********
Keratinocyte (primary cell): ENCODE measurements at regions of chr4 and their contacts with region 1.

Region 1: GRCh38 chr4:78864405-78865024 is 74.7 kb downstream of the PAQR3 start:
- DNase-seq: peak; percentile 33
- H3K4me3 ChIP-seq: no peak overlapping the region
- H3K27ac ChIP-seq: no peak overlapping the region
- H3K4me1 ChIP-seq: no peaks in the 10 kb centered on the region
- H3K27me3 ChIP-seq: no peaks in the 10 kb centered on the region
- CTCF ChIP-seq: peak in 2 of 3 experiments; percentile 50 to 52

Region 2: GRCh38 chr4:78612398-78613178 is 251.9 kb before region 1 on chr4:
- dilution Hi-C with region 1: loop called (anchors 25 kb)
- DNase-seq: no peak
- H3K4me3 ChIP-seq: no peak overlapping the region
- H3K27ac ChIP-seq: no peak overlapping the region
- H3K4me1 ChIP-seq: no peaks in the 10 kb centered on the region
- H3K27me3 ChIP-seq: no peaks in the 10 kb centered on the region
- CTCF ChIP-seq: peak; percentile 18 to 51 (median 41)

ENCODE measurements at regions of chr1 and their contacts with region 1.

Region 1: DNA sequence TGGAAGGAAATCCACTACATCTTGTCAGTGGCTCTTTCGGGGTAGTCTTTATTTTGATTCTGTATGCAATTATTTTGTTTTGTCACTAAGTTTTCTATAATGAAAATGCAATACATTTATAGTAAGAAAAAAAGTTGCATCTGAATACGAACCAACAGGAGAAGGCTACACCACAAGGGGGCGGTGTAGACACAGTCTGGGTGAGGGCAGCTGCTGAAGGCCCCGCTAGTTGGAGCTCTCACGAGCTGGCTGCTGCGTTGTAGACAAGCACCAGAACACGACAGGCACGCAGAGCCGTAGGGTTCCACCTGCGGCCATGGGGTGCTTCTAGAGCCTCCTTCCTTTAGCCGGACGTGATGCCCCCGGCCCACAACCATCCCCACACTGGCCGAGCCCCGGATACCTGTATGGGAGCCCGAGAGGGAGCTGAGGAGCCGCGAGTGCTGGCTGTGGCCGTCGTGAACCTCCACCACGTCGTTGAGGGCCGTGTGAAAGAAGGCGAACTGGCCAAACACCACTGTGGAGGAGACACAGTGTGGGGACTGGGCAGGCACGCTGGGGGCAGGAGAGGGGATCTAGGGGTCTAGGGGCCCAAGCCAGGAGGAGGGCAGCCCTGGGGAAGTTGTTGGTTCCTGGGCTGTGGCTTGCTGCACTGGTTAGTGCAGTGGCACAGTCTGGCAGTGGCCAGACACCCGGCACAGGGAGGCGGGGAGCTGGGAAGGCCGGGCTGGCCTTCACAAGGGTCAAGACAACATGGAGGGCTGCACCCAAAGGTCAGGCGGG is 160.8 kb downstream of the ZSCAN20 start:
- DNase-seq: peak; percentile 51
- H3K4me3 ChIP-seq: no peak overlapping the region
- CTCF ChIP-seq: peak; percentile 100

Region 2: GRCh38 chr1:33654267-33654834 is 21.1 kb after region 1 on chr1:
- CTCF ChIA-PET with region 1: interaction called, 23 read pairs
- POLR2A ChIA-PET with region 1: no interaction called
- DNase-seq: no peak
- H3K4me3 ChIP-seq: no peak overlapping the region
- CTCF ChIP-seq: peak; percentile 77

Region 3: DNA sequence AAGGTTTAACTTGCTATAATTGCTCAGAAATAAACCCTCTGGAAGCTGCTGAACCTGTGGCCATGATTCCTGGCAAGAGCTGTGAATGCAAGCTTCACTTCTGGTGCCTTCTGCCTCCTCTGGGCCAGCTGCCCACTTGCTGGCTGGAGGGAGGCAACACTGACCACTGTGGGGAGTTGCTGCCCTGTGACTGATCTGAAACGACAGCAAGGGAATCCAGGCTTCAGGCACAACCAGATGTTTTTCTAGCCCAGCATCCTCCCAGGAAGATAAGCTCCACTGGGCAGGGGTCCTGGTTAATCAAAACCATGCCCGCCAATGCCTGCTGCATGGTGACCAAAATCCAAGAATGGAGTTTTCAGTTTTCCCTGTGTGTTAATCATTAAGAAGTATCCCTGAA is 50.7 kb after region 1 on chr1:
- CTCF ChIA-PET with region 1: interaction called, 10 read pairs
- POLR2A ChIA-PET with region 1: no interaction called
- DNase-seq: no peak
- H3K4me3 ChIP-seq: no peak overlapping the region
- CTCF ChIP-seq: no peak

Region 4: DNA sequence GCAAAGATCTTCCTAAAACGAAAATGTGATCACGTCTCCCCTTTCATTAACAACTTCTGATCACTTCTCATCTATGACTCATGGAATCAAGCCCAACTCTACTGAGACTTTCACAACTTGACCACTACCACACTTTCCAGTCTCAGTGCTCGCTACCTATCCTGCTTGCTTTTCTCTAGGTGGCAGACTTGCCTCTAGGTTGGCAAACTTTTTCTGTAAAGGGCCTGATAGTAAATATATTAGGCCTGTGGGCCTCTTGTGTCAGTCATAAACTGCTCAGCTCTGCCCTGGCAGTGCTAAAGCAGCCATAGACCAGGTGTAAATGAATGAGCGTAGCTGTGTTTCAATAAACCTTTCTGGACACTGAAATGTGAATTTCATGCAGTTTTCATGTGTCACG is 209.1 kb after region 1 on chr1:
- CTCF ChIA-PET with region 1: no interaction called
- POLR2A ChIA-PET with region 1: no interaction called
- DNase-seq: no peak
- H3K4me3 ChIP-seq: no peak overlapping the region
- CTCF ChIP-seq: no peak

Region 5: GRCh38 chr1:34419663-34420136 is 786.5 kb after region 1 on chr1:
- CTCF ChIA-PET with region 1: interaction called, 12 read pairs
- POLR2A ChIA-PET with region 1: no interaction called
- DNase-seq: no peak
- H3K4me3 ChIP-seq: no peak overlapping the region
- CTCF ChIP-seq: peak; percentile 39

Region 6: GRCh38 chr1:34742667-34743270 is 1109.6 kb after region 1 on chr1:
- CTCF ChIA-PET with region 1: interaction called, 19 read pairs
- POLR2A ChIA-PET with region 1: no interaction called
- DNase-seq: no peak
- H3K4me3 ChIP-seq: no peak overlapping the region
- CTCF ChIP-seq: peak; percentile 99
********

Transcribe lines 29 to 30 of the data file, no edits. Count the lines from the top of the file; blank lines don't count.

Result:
- CTCF ChIA-PET with region 1: interaction called, 10 read pairs
- POLR2A ChIA-PET with region 1: no interaction called